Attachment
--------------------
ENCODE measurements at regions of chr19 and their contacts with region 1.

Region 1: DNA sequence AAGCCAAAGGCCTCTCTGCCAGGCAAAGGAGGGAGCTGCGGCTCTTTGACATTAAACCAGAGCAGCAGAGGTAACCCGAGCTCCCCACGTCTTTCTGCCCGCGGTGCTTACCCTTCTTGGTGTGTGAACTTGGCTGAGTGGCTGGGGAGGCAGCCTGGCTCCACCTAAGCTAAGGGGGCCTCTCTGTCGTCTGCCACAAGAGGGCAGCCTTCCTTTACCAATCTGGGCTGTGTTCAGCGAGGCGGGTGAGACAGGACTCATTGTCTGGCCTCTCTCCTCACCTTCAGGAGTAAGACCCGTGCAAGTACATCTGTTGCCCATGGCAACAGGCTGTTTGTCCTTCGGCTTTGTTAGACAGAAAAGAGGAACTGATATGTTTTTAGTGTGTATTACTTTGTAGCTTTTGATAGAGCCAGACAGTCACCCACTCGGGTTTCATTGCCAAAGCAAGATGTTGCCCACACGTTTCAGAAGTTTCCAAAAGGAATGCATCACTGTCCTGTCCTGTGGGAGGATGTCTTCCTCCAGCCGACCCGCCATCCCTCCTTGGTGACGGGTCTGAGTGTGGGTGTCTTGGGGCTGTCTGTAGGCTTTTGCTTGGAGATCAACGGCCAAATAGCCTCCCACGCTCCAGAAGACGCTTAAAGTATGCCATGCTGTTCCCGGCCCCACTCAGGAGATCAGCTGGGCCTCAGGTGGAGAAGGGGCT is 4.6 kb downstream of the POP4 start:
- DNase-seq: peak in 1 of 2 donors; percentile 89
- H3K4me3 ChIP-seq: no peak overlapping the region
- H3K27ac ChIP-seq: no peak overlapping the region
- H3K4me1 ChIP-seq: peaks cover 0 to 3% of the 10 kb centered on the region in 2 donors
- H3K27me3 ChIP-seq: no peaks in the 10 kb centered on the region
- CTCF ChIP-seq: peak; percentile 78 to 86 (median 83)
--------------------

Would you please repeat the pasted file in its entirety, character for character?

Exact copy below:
ENCODE measurements at regions of chr19 and their contacts with region 1.

Region 1: DNA sequence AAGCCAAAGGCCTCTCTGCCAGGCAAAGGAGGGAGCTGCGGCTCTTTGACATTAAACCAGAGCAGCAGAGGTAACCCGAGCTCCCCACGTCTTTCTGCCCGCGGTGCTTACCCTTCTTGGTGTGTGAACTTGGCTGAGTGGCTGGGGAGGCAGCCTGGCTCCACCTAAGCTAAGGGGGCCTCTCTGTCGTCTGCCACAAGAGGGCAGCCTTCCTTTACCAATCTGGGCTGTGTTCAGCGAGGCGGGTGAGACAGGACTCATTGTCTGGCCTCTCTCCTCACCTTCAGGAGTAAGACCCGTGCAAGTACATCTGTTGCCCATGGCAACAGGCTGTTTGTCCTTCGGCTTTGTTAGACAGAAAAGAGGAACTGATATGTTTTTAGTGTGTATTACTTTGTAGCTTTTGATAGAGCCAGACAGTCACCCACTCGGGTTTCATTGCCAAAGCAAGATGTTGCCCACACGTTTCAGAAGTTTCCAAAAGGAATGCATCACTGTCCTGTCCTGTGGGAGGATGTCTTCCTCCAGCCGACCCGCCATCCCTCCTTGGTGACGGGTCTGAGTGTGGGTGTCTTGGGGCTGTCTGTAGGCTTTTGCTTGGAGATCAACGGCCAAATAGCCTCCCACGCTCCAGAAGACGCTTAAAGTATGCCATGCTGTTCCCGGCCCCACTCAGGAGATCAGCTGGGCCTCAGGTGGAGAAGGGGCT is 4.6 kb downstream of the POP4 start:
- DNase-seq: peak in 1 of 2 donors; percentile 89
- H3K4me3 ChIP-seq: no peak overlapping the region
- H3K27ac ChIP-seq: no peak overlapping the region
- H3K4me1 ChIP-seq: peaks cover 0 to 3% of the 10 kb centered on the region in 2 donors
- H3K27me3 ChIP-seq: no peaks in the 10 kb centered on the region
- CTCF ChIP-seq: peak; percentile 78 to 86 (median 83)